Tuesday, October 02, 2007

On Seymour Hersh

Seymour Hersh, the legendary American journalist who uncovered the My Lai Massacre and reported extensively on the Abu Ghraib torture scandal, recently published “Shifting Targets,” his fourth New Yorker article about Bush Administration plans to bomb Iran.

In his reporting, Hersh relies a great deal on unnamed sources. Yesterday, White House press secretary Dana Perino mentioned this in an attempt to undermine Hersh’s work. “Every two months or so, Sy Hersh writes an article in The New Yorker magazine, and CNN provides him a forum in which to talk about his article and all the anonymous sources that are quoted in it,” Perino said at a press briefing. (Dan Froomkin of the Washinton Post did a great job covering this and the ensuing dab-and-dodge discussion that took place between Perino and journalists.)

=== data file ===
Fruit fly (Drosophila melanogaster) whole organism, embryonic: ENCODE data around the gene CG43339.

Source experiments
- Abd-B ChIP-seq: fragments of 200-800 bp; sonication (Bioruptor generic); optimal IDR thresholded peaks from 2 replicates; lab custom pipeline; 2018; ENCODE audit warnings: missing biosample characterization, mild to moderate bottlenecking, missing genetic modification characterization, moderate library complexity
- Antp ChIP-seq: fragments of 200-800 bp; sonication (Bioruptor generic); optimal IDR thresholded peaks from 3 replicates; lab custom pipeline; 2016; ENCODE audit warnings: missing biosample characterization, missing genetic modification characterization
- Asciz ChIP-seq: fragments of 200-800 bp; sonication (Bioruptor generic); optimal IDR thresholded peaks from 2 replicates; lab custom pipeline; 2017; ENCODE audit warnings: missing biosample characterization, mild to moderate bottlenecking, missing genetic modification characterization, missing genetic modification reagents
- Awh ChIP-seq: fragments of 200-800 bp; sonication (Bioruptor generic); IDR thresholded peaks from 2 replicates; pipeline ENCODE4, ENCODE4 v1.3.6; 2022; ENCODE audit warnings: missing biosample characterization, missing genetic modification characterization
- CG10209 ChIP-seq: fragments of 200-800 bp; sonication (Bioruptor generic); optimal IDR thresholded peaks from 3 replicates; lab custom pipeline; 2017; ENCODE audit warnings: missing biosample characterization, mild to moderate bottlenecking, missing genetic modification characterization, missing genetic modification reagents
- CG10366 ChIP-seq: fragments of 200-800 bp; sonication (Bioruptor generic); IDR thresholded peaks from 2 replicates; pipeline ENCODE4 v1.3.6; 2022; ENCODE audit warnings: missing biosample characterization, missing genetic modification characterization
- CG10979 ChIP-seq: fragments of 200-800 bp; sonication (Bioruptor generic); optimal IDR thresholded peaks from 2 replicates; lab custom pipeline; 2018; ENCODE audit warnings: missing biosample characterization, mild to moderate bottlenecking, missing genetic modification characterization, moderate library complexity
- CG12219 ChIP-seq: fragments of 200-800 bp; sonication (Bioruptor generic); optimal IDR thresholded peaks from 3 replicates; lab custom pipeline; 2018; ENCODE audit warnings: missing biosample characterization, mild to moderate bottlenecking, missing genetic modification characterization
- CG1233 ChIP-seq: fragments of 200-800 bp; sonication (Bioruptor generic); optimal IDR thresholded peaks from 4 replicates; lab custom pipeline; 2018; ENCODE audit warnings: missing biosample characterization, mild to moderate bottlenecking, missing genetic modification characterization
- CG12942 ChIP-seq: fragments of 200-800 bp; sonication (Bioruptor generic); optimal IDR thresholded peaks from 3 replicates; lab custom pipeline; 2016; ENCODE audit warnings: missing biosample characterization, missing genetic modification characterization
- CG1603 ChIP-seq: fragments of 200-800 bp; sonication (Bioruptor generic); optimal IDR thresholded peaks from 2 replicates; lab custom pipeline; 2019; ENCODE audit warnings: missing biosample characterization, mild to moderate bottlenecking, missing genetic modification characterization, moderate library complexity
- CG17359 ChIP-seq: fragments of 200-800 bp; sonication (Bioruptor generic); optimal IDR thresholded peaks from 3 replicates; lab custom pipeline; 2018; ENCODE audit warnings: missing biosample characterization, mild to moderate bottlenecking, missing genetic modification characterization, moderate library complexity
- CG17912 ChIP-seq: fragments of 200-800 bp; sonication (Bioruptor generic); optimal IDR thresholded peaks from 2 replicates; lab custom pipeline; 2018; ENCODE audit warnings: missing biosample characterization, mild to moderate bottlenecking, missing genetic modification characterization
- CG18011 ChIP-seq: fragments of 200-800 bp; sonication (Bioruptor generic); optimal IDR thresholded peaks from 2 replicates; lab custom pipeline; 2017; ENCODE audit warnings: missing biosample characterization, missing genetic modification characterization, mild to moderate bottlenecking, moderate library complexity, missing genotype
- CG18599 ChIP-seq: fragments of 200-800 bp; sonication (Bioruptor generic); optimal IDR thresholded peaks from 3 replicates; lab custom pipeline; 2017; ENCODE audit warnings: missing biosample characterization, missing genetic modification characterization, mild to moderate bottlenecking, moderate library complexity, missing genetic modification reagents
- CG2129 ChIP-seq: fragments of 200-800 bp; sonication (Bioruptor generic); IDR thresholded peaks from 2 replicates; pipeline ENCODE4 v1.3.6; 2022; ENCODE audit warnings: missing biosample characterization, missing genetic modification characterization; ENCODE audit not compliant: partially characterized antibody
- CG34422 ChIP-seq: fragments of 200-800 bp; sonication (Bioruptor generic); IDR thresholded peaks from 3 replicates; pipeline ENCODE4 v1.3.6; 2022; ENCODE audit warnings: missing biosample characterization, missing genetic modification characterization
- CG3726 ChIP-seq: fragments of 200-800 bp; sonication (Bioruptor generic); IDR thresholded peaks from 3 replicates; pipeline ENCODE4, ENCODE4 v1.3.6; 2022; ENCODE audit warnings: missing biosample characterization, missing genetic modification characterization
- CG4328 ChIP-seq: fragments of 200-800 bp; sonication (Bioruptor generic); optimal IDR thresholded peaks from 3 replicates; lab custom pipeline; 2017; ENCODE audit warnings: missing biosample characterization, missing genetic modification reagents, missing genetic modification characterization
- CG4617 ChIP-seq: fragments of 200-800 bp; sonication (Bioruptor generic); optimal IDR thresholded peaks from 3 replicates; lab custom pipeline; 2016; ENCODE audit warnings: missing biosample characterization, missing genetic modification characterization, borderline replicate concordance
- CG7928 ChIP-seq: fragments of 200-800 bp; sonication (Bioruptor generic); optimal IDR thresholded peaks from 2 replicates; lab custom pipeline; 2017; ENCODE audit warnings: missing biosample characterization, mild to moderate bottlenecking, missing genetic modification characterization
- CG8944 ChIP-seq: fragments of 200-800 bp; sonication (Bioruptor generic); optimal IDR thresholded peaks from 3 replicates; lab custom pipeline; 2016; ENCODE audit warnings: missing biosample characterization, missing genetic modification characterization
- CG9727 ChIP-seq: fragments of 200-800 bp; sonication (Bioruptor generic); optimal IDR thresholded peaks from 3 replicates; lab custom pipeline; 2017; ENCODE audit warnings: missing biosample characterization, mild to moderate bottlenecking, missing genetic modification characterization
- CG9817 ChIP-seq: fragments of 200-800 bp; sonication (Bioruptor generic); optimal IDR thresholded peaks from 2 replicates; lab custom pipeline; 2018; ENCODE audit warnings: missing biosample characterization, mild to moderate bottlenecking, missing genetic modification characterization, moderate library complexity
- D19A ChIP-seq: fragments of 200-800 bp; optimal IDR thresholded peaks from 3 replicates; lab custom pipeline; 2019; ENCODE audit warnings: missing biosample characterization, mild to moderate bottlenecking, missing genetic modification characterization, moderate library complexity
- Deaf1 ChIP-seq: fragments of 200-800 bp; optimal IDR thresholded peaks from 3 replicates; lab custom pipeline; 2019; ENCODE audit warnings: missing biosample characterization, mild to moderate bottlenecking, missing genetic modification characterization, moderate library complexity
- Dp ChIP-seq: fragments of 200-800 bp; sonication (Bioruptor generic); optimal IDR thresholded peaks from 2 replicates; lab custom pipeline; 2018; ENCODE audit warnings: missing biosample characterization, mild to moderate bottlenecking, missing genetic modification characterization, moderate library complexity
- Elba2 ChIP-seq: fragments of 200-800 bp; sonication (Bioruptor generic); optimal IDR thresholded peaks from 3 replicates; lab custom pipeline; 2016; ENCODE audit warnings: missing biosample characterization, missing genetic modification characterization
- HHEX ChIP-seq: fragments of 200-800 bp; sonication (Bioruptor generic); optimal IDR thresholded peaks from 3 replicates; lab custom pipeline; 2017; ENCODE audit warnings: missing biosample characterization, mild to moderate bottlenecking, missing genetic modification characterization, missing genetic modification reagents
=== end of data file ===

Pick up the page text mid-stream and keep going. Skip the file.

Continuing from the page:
Perino’s sneaky critique of Hersh’s use of anonymous sources is ill informed and dishonest—but then again, what else would you expect from one of George W. Bush’s press secretaries?

Hersh’s work gets thoroughly fact-checked, just like everything else The New Yorker prints. As New Yorker editor David Remnick told the Columbia Journalism Review in April 2003: “I know every single source that is in his pieces. To "every 'retired intelligence officer,' every general with reason to know, and all those phrases that one has to use, alas, by necessity, I say, 'Who is it? What's his interest?' We talk it through.” But you have to wonder: Who the hell fact-checks Seymour Hersh’s articles? And how the hell do they do it?


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